What all these creative minds were able to accomplish through collaborating for 5 hours at the event was rather impressive, and gives us all a small glimpse into the future of smart watches. We can expect a few things from the Apple Watch from the release of the WatchKit. The watch apps will function very similarly to the iPhone apps in terms of the notifications, with the little tap using the taptic engine being a handy feature for whenever there is relevant incoming information.
Another new feature which will be added into the mix is what is mentioned just above, and is called a “glance.” The glance feature of the watch gathers and compacts the most relevant information such as the time, weather and upcoming tasks and can be customized based on the user’s needs. We also learned with the design guidelines of WatchKit that the screen resolution for the 38mm watch will be 340×272 pixels, and 390×312 for the 42mm.
The way the new WatchKit software places the apps and functions on these screens in order to fill available space also hints to potentially different sized screens in the future. The screen itself is rather restricted in terms of gestures to control the watch: you can use the crown, as well as vertical or horizontal swipes to scroll through items, and to select, there is the standard tap or a new feature called “force touch.” This force touch feature allows the user to bring up a menu by hard-pressing the screen to select between different actions. The Apple Watch will also essentially require an iPhone to run along with it, since it will usually reference back to it for apps which require a lot of processing power in the background.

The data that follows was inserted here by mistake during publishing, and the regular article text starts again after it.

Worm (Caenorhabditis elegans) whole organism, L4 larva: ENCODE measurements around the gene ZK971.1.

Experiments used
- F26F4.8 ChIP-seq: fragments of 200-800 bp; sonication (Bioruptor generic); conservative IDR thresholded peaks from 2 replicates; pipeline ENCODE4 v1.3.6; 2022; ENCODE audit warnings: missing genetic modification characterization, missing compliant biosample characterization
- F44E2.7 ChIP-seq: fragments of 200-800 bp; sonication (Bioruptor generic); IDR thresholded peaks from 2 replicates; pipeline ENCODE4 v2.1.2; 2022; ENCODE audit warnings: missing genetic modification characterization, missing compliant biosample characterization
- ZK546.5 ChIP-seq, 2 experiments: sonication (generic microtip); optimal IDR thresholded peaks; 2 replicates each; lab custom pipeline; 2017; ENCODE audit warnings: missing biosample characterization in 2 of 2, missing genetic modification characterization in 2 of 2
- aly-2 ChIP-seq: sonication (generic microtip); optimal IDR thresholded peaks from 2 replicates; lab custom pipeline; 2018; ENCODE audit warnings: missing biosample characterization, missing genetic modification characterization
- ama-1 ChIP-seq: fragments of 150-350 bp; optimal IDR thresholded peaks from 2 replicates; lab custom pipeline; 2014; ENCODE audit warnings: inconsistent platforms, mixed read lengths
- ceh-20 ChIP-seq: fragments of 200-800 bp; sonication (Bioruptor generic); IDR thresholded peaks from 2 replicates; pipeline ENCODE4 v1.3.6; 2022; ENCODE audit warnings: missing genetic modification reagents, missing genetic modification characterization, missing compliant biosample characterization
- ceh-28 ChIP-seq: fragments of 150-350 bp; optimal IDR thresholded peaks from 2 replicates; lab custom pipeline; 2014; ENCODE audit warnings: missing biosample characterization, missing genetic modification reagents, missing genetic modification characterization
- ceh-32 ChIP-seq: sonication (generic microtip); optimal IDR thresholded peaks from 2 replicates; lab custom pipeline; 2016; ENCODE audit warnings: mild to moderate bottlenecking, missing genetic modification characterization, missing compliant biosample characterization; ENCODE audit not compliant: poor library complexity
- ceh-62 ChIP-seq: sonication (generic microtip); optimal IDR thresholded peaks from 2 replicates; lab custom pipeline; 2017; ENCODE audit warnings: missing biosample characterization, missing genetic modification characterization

Although the smart watch industry has a separate market than that of the mechanical watch enthusiasts, it should be interesting to see how far this technology will get in its quest to become as standard a device as a phone is. Being a mechanical watch lover, one thing that I am excited about with the smart watch development is the potential for unique or custom watch interfaces. Fine watches with unique time displays are incredible to look at, although they usually come at a price which is out of reach to most. Although nothing can beat a mechanical masterpiece, giving a smart watch a bit of character when displaying the time could be rather interesting. Not only would it give developers and designers the opportunity to make some incredible looking time displays, but we can expect with some time and determination these once artificial time displays could be brought to life in a mechanical watch.
The possibilities are only limited by one’s imagination, and for every person that has this kind of creativity, there is another watchmaker or company out there that could have the technical skills and resources to collaborate and make a mechanical masterpiece out of it.